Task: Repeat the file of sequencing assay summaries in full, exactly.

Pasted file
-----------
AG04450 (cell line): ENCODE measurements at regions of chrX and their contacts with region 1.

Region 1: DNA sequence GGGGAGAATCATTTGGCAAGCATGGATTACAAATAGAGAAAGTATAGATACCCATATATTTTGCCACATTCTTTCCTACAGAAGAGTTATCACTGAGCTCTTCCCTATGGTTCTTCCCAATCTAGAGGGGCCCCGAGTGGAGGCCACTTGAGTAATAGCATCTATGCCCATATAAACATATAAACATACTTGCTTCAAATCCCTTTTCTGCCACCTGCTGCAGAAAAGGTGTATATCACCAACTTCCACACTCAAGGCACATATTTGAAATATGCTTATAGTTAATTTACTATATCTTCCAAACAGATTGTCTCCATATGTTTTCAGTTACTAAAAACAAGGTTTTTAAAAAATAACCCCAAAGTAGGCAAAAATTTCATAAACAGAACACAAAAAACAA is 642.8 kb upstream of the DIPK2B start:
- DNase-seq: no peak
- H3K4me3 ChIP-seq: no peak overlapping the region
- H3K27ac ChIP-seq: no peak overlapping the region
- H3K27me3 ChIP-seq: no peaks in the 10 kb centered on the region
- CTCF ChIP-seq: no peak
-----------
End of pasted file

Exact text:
AG04450 (cell line): ENCODE measurements at regions of chrX and their contacts with region 1.

Region 1: DNA sequence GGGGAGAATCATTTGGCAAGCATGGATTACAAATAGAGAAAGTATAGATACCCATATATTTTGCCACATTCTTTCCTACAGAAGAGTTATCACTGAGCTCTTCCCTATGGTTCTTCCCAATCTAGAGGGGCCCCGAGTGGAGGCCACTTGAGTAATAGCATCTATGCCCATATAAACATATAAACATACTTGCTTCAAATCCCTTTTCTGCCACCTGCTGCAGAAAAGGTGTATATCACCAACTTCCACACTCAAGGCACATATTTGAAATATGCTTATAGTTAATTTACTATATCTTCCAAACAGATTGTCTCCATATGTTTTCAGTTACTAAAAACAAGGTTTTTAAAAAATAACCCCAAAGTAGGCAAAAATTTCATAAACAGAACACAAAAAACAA is 642.8 kb upstream of the DIPK2B start:
- DNase-seq: no peak
- H3K4me3 ChIP-seq: no peak overlapping the region
- H3K27ac ChIP-seq: no peak overlapping the region
- H3K27me3 ChIP-seq: no peaks in the 10 kb centered on the region
- CTCF ChIP-seq: no peak